“A more formal plan and rezoning request would eventually go before the Planning Commission and again before the supervisors for a final vote.”


Excerpts from “Board moves forward with Stone Haven”

by Tara Slate Donaldson, Gainesville Times

20-26 March 2013, pp. A1, A6


“A number of major new developments got the go-ahead last week as the Board of County Supervisors initiated several amendments to the county’s Comprehensive Plan.

“The most controversial was the Stone Haven property on the Linton Hall Corridor but supervisors also agreed to move forwad with plans for Midwood Center in Haymarket and Heritage Crossing, Richmond Station and Cannon Branch, all just outside Manassas.

“The Comp Plan is the major document that outlines long-range growth and land use in the county.  In order for a rezoning to win approval, it must match the land use envisioned in the Comprehensive Plan.  If it doesn’t, the developer must first get the Comprehensive Plan amended and then ask that the property be rezoned.

“That makes the Comprehensive Plan the land use equivalnet of the Constitution and the March 12 initiation votes were the first steps for getting it amended.  Each specific amendment will now go through the planning process, which will take several months.  At the end, public hearings will be secheduled and supervisors will vote on whether to approve the final projects.

“Stone Haven

“Most of the Linton Hall Corridor is built out.

“Most, but not all.  One of the last large undeveloped parcels is an 864-acre site at Linton Hall and Devlin roads.

“The site has long been somewhat problematic for the county because while it is currently undeveloped, it was planned long ago for a mix of commercial and residential development that [allegedly] wouldn’t now work well in the area.”  [passage omitted]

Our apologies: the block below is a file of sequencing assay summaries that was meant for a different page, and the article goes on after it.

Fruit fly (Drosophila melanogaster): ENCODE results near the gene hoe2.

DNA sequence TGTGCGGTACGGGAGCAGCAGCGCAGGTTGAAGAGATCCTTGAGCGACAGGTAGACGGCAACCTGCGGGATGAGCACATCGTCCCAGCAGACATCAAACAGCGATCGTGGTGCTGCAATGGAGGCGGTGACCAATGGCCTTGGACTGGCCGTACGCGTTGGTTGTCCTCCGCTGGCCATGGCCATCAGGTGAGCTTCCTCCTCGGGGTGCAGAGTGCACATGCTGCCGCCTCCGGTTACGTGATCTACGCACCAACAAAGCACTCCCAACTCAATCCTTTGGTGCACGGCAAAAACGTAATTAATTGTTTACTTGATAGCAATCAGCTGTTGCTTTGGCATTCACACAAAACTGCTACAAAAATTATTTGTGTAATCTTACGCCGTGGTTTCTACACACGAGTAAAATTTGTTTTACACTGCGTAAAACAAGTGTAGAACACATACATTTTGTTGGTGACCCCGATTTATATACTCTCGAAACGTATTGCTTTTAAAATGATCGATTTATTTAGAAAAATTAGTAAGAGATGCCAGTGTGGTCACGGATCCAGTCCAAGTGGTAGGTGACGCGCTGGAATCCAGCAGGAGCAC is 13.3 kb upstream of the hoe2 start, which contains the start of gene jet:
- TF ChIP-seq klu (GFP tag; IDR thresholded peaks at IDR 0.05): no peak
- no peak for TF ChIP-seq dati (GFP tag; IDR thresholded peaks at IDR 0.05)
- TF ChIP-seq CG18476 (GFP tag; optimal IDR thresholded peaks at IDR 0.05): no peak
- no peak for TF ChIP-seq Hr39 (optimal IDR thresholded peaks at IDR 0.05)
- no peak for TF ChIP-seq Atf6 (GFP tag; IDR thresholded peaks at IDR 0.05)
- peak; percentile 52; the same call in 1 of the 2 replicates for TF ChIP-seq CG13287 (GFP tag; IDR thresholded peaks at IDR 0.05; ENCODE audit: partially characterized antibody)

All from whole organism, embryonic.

“Last year the owners [of the parcel] proposed a new plan with a different mix of residential and commercial uses, plus an environment resource area where the Piney Branch flows through.”  [passage omitted]

“The housing was a problem for Potomac Supervisor Maureen Caddigan (R) however.  She voted against the proposal, saying that for years, she’s heard from Linton Hall Corridor and Gainesville residents who want slower growth.

” ‘They complained to us, and rightfully so, that we needed to slow the growth because their schools were horribly overcrowded,’ she said, adding that she’s not inclined to add to that problem now.

“Coles Supervisor Marty Nohe (R) took a different tack, saying that what he’s heard from area residents is that they’ll accept the extra develoment if they also get all of the promised amenities, especially the ball fields, that could go along with it.

” ‘If at the end of this process it’s clear that the community is expecting a lot of amenities to come out of this, but that we don’t have room in our budget to construct those amenities, then I’m not going to be able to support this project,’ he said.  ‘If the basis of the expectation is that people are going to get soccer fields but those soccer fields won’t actually get built, well then that’s not fair to the community.’ ”  [passage omitted]